But that didn't stop Leissner from inviting Low to a 2013 meeting at New York City's Time Warner Center, a meeting that also included Razak and an unidentified "senior Goldman official" - ignoring the bank's warnings about Low. Back in 2009, Leissner had leveraged his connections with Low to arrange his first meeting with Razak, a meeting that eventually helped him close on the 1MDB bond deal. At the time, Goldman and other US banks were digging out of the hole created by the financial crisis, and were desperate for business.
Leissner tried everything to try and polish Low's reputation by finding a company for 1MDB to buy. Leissner also tried to convince Goldman to hire Razak's children for coveted Goldman internships in direct violation of a US law prohibiting banks from hiring relatives of senior foreign officials (JPM paid out a nine-figure penalty for violating this law back in 2016 during the so-called "princelings" scandal, where the bank hired the children of Chinese Communist Party officials).
The type of plea agreement signed by Leissner, known as a "criminal information" suggests that he will likely cooperate with authorities.
Federal prosecutors in Brooklyn, who are running the probe, likely have a broader view. Leissner’s admission of bribery and laundering conspiracy came in a document called a criminal information, which often suggests a cooperation deal with authorities. If that’s the case, Leissner could be a crucial guide for global investigations into how a majority of the $6.5 billion raised by Goldman Sachs, ostensibly to promote development in Malaysia, was allegedly diverted in one of the largest plunderings of public funds in history.
And Goldman, which has said that it believed the money raised in the 1MDB bond offerings would be spent on development projects, last week put its former co-head of investment banking, Andrea Vella, on leave.
The latest documents may mean Goldman Sachs’s reckoning over the 1MDB affair is far from over. On Thursday, the bank placed Andrea Vella, its former co-head of investment banking, on leave. Court documents unsealed earlier in the day said an unidentified Goldman official in Asia conspired with Leissner, Low and another then-Goldman banker, Roger Ng, and had knowledge that bribes were being paid. Prosecutors’ description of the official lines up with that of Vella, who couldn’t be reached for comment.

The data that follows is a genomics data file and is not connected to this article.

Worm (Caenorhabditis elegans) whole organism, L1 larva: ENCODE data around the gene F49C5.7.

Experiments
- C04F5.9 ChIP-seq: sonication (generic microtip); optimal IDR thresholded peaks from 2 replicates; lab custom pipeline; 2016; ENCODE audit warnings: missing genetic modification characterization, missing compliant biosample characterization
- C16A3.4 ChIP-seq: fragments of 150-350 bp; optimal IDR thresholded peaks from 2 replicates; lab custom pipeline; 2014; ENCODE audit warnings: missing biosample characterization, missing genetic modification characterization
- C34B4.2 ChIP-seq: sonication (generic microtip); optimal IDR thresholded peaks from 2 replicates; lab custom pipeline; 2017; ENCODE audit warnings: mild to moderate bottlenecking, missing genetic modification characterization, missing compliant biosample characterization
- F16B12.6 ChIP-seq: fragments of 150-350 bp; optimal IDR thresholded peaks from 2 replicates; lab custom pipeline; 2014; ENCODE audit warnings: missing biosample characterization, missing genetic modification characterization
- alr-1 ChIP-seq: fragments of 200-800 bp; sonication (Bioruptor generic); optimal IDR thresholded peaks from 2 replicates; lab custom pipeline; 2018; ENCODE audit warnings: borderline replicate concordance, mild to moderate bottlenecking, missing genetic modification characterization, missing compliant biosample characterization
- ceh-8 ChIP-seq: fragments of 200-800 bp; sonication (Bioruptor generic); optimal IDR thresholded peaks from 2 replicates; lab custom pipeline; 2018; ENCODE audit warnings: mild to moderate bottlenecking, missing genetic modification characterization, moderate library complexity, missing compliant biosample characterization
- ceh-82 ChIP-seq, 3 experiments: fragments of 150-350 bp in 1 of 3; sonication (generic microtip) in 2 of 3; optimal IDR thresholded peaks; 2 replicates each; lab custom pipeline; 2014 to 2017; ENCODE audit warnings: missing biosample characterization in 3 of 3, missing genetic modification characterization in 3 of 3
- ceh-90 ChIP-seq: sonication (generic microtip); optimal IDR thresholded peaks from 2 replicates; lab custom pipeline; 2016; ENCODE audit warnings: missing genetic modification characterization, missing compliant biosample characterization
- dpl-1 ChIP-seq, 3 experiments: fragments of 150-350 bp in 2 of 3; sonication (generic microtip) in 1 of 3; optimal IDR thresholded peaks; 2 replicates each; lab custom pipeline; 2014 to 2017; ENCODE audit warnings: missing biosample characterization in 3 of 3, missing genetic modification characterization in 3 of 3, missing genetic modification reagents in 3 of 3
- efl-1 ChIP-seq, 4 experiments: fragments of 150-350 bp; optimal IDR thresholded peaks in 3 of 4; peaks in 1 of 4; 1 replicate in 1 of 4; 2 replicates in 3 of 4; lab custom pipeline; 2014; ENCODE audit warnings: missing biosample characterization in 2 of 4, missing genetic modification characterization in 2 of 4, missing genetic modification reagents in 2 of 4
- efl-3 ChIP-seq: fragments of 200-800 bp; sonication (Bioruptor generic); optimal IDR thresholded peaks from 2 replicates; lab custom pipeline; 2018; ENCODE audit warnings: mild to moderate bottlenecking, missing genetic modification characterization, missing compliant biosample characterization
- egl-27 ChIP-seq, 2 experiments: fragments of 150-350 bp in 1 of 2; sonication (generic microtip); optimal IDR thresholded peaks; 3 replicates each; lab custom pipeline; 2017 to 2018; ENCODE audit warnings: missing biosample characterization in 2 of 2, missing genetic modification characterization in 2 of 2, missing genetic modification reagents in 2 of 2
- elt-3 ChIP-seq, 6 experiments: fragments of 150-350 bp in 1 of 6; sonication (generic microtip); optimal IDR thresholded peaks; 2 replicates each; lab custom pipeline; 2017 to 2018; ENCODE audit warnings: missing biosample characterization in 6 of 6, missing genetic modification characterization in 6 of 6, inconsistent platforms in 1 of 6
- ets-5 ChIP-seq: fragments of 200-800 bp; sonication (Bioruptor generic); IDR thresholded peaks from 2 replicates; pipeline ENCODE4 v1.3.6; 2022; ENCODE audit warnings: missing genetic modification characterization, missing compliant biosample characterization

But it's very possible that Vella might not be the final link in the chain. The sheer magnitude and complexity of the 1MDB fraud is staggering.While the Wall Street Journal helped break the story, perhaps the most detailed description of how the money was raised and diverted was published earlier this year by MalaysiaKini. In a multi-part story, its reporters explain how the money was fanned out across multiple shell companies and investments in other wealth funds. Ultimately, $700 million is believed to have been diverted into a personal slush fund accessible to Razak. The money trail illustrated in the charts below was gleaned from a DOJ lawsuit, as the DOJ has seized and sought to seize many of the assets that purchased by Low and others with money siphoned off the fund, including yachts, luxury homes and even box-office profits from the movie "The Wolf of Wall Street."
To be sure, Goldman isn't the only bank to be tainted by 1MDB. Already, Singaporean authorities have frozen bank accounts, and shut down a tiny bank called Falcon Bank that helped shelter some of the money. They also arrested and charged the Swiss chief executive of Falcon, while fining Credit Suisse and UBS, among others.
But in the US, at least, the focus lies squarely on Goldman. Expect more news, and possibly more indictments, to follow in the coming days and weeks.